Looking Back on the Lippy Kids
British alt-rockers Elbow take a look back on their fifth studio album build a rocket boys!, engaging in nostalgia balanced somewhere between sentimentalizing and appreciating lost youth. The album hit number two on the UK Album Charts, and with the band coming together in 1990 and releasing their first LP in 2001 it marks something of a belated breakthrough.
“The Birds” and “Lippy Kids” start off build a rock boys! with sonorous choruses that tends towards the epic, their slow paces building towards big, expansive sound. Elbow’s prog-rock influences appear in the percussive, fuzzy rock guitars and futuristic electro effects on “The Birds.” Meanwhile, “Lippy Kids” evokes a sunny summer morning in the countryside, starting with soft, poppy piano chords underpinned by a slow, melodic bass. Vocalist Guy Garvey’s sensitive tenor invokes the “simian stroll” and the “hour-long hungry kisses” of his youth, asking of teenagers, “Do they know those days are golden?”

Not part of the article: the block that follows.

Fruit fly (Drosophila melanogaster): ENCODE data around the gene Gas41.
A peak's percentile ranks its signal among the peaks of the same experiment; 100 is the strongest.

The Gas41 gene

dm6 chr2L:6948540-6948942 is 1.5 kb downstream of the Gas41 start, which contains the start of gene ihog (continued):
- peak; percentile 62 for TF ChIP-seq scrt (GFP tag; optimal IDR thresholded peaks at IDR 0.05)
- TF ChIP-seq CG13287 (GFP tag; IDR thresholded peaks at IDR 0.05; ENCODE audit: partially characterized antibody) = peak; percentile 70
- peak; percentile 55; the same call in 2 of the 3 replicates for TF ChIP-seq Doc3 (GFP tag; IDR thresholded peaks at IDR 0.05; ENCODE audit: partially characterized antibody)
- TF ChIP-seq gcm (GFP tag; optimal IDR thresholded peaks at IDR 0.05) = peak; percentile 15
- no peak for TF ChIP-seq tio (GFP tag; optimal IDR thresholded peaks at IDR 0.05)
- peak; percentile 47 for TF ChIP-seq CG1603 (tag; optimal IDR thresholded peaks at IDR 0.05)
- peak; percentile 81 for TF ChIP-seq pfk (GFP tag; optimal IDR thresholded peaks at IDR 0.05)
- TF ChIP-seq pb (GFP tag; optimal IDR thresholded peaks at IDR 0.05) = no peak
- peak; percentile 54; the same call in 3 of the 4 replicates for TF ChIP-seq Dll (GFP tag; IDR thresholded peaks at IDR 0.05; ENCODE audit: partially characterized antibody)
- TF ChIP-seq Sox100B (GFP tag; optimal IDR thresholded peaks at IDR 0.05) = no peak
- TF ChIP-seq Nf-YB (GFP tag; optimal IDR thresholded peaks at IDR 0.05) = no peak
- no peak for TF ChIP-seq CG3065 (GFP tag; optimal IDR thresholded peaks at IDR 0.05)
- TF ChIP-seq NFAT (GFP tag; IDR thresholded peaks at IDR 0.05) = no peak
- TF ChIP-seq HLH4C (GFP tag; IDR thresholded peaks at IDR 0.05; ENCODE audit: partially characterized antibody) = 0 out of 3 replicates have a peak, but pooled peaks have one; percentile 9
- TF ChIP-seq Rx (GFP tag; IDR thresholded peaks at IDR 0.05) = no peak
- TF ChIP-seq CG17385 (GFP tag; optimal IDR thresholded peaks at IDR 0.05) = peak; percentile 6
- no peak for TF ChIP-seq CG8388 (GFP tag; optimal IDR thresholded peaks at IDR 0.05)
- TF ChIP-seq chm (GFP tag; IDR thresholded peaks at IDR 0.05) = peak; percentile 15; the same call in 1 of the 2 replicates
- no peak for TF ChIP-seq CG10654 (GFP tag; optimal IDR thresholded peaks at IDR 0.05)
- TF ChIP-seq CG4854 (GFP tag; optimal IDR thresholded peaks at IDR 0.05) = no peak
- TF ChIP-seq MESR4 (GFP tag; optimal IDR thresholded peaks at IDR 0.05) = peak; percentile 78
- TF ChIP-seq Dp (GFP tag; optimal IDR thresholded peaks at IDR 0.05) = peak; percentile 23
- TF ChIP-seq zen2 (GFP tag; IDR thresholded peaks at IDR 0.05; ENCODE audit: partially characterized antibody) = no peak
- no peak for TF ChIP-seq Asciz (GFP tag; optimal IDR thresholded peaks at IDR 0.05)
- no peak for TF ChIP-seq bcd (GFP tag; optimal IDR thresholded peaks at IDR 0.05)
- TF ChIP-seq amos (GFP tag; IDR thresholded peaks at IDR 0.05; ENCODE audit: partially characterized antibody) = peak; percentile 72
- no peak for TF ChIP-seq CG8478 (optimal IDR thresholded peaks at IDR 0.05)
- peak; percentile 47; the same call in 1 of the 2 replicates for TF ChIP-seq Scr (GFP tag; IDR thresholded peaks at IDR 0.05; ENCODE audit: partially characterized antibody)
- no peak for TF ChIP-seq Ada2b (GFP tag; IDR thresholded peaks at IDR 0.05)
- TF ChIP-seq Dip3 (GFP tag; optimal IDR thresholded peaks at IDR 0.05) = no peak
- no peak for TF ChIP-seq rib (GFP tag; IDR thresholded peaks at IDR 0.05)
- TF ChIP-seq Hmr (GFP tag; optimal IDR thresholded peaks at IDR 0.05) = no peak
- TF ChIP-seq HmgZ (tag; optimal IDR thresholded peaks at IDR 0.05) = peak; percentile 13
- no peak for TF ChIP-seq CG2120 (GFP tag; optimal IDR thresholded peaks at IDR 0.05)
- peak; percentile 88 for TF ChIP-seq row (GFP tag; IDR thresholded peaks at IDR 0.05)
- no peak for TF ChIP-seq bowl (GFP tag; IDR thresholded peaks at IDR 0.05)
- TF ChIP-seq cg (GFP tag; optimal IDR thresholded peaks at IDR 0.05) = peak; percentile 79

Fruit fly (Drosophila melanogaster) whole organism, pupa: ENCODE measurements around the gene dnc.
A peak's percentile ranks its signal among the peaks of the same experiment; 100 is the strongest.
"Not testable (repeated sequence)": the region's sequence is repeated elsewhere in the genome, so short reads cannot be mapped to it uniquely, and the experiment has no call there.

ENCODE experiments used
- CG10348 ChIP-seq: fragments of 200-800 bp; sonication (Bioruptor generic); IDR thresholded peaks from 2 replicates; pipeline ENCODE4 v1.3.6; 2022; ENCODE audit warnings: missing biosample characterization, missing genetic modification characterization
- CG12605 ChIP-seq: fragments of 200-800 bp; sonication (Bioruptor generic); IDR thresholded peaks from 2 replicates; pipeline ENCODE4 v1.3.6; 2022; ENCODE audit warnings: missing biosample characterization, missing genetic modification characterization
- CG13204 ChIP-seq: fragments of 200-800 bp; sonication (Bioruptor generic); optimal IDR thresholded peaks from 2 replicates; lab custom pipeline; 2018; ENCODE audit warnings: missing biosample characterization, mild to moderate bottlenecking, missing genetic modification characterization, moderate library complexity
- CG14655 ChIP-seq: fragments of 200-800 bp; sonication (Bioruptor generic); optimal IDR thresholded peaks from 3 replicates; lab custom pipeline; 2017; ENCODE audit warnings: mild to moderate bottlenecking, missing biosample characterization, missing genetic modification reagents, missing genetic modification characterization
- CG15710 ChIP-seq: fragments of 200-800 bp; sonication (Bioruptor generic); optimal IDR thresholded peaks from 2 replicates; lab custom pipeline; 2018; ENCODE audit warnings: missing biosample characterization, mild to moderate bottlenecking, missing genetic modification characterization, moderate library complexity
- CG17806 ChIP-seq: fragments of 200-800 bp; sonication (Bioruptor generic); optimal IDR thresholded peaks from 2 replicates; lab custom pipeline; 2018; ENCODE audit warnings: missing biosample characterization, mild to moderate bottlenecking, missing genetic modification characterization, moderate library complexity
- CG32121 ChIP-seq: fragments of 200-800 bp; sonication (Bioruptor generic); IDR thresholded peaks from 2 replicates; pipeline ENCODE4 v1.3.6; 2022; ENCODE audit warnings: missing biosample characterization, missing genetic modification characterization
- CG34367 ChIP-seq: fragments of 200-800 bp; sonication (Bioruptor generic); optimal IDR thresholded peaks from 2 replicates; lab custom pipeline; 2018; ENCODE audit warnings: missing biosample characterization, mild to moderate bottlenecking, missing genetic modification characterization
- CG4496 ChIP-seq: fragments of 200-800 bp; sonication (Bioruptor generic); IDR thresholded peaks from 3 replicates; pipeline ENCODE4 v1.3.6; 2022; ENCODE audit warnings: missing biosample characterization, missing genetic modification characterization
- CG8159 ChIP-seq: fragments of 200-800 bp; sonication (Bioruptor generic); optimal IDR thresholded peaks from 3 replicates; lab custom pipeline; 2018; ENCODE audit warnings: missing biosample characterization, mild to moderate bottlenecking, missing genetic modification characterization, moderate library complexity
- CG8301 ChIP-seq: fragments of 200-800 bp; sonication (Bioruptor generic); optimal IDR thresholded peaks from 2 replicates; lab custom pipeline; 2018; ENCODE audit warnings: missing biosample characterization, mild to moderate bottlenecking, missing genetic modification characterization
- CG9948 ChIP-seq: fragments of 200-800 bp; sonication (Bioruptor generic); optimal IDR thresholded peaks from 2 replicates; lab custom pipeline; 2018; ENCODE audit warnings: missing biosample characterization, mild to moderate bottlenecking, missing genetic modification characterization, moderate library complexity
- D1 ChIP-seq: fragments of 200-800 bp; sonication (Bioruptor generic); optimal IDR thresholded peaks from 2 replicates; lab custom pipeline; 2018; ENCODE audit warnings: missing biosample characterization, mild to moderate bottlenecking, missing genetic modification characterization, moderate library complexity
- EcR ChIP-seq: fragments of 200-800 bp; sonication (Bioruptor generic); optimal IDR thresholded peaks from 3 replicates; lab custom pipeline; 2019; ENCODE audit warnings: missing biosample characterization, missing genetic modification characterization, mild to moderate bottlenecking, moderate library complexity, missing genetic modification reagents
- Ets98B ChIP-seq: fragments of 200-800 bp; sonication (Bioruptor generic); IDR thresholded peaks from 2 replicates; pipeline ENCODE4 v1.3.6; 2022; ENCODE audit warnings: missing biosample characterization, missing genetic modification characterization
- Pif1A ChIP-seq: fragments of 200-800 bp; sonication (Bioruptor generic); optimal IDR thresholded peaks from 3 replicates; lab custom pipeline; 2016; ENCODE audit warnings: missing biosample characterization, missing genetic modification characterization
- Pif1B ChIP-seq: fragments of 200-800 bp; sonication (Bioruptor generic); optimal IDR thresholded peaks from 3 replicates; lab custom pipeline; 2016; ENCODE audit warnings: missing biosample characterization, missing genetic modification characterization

On “Jesus is a Rochdale Girl,” Garvey’s soothing voice dallies over a warm, gentle acoustic guitar and garnishes of quiet, melodic synth. The song is the album’s foundation and also its softest moment, a brief interlude when Garvey can reflect on a time when he had “nothing to be proud of and nothing to regret.” Elbow pick up the pace of “With Love” and “Neat Little Rows.” The former is percussive and upbeat, featuring melodic synth flourishes and choral vocals from the Halle Youth Choir. It’s the brightest moment of the album, carefree and sprightly. “Neat Little Rows” is darker and more of a straightforward rock song, with low, distorted guitars and a driving riff.
The band’s focus on childhood memories comes across as sincere for most of the album, but the last four tracks feel supersaturated with saccharine nostalgia. “The River” has a wonderful emotive piano that lingers in a dreamy soundscape, but it quickly veers toward the sentimental in its over-eloquent lyricism. “Open Arms” and “Dear Friends” fall into that trap as well, but even when build a rocket boys! becomes a little too mawkish, Elbow keeps its melodic focus intact and carries on.